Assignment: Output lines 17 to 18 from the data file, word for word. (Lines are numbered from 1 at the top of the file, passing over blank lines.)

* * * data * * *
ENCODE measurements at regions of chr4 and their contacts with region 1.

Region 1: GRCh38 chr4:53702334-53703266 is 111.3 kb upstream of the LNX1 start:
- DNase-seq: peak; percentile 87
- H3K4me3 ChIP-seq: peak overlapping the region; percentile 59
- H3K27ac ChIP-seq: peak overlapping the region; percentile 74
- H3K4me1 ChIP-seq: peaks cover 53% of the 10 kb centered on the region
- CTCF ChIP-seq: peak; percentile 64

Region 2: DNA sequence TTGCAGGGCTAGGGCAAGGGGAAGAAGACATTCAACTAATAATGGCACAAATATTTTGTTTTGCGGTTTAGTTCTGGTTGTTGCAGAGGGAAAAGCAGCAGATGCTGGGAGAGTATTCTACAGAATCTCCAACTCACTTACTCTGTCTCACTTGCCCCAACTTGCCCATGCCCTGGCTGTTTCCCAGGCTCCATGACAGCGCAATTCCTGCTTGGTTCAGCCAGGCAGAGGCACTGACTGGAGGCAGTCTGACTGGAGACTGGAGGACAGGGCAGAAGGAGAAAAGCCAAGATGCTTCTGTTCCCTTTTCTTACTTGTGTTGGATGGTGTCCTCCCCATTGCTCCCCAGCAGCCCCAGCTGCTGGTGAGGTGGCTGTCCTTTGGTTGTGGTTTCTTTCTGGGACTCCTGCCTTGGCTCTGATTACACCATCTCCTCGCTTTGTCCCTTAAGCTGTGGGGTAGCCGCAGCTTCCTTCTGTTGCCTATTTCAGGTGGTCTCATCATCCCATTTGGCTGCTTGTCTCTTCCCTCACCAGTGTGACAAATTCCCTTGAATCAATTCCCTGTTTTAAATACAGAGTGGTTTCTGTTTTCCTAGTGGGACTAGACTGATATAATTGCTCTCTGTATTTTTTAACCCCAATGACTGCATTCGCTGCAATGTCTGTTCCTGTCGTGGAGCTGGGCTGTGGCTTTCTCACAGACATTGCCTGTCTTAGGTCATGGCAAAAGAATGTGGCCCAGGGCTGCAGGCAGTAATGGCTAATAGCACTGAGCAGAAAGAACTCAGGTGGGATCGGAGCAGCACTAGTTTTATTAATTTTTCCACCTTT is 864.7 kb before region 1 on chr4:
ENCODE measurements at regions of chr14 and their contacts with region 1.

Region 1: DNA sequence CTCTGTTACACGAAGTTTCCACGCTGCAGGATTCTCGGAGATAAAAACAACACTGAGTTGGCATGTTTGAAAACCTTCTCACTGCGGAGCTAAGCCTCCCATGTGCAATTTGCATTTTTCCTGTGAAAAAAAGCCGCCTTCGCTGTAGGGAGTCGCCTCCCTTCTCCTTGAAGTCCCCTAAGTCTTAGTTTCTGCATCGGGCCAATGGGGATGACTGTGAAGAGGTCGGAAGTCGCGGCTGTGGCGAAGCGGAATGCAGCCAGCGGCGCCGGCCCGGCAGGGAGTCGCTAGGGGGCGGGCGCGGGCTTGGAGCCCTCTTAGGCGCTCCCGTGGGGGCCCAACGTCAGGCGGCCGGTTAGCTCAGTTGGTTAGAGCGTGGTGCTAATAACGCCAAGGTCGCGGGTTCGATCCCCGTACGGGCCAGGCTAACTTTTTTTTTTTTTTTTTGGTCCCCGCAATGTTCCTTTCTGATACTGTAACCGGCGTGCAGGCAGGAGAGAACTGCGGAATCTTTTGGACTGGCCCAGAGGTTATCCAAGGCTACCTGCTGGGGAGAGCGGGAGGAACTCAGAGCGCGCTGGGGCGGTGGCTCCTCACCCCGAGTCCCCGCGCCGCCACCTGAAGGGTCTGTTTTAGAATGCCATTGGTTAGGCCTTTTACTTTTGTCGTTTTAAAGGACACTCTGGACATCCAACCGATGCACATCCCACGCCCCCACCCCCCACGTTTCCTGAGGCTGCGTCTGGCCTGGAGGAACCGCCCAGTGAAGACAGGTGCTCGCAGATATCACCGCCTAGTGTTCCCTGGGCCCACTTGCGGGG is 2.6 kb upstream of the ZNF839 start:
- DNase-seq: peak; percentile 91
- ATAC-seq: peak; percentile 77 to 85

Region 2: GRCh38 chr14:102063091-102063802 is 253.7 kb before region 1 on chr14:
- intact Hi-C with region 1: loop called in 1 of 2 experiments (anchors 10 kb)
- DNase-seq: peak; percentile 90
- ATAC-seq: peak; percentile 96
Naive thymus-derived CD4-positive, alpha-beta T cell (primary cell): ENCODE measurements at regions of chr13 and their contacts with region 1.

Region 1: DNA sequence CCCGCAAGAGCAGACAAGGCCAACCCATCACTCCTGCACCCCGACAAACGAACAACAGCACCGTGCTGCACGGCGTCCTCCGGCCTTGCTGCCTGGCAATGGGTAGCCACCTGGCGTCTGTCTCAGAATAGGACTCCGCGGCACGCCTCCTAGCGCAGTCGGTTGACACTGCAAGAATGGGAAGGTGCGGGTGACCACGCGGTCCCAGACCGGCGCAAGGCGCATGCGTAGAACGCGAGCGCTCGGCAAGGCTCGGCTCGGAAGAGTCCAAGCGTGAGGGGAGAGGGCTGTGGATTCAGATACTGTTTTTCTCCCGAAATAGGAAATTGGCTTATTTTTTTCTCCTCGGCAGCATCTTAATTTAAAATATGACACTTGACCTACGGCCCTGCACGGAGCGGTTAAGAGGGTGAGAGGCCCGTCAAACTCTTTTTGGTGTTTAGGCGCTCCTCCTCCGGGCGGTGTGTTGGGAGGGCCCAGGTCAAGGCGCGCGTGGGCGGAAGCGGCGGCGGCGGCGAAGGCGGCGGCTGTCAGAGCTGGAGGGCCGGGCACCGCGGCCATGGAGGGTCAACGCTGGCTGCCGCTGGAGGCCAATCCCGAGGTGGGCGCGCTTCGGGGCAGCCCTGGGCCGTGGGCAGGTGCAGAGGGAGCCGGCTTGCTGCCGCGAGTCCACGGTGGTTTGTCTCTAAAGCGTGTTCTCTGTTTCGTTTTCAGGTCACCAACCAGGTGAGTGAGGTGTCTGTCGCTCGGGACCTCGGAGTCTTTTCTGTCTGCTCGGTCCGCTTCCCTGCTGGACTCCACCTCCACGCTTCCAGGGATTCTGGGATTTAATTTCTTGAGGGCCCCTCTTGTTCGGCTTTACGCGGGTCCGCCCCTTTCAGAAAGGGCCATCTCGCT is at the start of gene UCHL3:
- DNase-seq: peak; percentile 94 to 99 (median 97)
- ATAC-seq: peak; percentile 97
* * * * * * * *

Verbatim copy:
Naive thymus-derived CD4-positive, alpha-beta T cell (primary cell): ENCODE measurements at regions of chr13 and their contacts with region 1.

Region 1: DNA sequence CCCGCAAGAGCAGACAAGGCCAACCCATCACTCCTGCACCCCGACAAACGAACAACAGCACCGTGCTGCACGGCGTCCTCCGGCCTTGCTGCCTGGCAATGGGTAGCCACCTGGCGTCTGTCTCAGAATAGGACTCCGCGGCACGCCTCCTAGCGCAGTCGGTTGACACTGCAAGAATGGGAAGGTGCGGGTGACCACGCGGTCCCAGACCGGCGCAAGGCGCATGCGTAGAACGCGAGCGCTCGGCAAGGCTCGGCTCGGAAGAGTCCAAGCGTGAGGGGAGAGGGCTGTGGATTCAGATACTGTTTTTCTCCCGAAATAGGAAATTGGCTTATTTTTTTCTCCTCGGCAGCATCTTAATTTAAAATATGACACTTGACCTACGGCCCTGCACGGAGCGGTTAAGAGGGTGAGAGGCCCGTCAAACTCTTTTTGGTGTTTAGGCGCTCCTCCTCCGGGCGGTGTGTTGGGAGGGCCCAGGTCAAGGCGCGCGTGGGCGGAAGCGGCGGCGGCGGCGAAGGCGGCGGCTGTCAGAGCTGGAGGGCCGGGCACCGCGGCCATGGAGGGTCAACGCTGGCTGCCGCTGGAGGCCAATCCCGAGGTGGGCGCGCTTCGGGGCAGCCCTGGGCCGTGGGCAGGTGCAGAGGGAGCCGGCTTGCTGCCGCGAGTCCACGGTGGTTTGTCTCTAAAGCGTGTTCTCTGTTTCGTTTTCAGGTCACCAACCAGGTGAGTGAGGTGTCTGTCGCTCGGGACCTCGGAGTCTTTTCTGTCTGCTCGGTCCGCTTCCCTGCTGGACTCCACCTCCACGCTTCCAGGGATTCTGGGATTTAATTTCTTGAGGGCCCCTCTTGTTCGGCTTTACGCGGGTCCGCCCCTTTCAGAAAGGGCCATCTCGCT is at the start of gene UCHL3: